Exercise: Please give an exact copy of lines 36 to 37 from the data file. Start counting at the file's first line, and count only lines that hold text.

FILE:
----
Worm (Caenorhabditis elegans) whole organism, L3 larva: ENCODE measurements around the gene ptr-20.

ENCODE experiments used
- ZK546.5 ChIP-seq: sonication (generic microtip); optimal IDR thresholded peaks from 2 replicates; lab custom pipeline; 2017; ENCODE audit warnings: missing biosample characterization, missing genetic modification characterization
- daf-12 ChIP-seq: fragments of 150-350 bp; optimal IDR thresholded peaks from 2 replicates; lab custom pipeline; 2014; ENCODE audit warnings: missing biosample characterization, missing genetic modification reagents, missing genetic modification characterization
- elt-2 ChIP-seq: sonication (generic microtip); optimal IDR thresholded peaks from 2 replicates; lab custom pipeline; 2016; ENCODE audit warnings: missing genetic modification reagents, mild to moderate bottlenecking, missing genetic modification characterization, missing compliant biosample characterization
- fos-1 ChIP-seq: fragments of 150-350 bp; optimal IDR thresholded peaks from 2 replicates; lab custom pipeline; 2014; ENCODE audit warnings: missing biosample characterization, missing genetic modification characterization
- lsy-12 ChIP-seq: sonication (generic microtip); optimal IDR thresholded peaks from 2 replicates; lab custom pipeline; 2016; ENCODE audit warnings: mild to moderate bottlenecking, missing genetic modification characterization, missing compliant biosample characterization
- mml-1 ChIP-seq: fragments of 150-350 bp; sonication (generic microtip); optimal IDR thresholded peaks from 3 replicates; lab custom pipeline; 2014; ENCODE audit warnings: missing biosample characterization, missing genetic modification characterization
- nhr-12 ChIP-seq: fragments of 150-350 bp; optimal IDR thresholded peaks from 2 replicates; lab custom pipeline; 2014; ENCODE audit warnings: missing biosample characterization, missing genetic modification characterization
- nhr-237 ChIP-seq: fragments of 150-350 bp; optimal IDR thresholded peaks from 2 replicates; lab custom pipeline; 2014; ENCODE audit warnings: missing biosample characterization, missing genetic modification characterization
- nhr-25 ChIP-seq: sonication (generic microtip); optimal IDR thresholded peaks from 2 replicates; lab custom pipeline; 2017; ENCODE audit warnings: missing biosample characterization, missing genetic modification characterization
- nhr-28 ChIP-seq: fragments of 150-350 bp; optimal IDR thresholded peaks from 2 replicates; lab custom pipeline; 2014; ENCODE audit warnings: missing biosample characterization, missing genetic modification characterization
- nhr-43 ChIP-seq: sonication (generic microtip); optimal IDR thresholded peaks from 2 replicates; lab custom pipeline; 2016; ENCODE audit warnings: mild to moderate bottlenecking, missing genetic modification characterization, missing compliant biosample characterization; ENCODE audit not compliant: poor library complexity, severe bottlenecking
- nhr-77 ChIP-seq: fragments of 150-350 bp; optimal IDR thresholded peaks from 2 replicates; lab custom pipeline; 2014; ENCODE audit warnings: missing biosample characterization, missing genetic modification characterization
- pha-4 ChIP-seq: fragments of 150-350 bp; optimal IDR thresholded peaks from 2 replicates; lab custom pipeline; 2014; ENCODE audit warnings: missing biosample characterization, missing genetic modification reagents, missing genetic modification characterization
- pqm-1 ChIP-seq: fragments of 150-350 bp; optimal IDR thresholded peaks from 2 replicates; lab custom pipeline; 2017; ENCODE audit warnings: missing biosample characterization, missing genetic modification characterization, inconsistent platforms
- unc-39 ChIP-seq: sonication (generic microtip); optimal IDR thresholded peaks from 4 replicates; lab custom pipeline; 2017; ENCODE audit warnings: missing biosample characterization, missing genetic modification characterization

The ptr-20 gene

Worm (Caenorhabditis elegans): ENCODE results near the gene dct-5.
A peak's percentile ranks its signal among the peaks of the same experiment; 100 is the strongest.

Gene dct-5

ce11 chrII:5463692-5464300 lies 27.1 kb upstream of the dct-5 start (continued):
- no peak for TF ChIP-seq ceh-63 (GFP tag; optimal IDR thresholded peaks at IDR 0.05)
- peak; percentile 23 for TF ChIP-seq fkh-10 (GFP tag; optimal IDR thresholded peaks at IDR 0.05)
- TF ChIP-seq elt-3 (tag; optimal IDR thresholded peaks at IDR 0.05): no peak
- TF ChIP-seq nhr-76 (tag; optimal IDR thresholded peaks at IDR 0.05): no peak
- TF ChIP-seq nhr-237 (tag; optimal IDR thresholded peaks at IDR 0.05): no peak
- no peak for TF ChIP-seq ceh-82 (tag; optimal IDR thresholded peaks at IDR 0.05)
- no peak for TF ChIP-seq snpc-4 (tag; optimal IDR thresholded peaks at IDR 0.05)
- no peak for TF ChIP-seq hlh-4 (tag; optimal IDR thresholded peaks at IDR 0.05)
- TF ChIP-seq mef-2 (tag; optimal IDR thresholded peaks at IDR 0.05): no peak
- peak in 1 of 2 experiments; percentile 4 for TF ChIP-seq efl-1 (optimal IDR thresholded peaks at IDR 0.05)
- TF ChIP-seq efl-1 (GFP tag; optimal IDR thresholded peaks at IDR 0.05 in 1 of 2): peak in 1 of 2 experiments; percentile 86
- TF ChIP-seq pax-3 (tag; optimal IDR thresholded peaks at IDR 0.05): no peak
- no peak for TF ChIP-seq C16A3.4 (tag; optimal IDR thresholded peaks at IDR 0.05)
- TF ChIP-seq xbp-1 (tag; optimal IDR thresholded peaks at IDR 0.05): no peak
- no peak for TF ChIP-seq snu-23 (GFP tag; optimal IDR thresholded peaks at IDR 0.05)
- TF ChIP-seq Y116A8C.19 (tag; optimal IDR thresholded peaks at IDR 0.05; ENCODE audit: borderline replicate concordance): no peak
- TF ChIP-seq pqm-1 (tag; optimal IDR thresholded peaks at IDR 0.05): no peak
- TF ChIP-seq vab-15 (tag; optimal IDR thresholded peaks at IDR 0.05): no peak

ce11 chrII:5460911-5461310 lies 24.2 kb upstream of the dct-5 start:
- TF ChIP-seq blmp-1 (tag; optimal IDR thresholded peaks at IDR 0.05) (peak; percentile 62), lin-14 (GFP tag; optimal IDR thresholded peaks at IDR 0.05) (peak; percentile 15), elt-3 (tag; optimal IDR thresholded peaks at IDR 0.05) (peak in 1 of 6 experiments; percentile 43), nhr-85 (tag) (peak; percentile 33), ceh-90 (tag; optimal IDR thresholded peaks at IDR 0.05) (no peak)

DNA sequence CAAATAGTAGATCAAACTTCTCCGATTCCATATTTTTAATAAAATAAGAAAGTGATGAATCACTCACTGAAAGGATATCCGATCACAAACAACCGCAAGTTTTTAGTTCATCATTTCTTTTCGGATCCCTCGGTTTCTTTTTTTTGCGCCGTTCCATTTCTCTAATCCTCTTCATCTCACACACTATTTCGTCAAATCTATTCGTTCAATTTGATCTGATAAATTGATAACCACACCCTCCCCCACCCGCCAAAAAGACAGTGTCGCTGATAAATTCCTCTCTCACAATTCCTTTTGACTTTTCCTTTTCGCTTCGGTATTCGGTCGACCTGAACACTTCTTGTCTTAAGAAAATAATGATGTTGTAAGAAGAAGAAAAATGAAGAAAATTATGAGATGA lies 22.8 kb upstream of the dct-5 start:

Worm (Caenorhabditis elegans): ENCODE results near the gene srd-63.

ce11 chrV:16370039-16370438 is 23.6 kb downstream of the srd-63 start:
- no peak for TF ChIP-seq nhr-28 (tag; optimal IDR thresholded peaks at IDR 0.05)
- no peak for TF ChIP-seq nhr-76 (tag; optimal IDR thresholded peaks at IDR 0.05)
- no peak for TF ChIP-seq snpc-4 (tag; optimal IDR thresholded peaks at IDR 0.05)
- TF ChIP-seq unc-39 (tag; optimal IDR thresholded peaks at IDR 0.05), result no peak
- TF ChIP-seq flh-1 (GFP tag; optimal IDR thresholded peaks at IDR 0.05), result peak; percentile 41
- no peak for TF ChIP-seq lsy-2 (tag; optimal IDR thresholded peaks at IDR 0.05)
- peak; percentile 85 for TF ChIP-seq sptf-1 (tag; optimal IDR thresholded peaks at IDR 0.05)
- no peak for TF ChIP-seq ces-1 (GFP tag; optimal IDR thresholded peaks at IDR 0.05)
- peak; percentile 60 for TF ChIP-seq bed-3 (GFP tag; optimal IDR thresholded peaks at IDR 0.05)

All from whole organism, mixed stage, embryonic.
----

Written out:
- TF ChIP-seq xbp-1 (tag; optimal IDR thresholded peaks at IDR 0.05): no peak
- no peak for TF ChIP-seq snu-23 (GFP tag; optimal IDR thresholded peaks at IDR 0.05)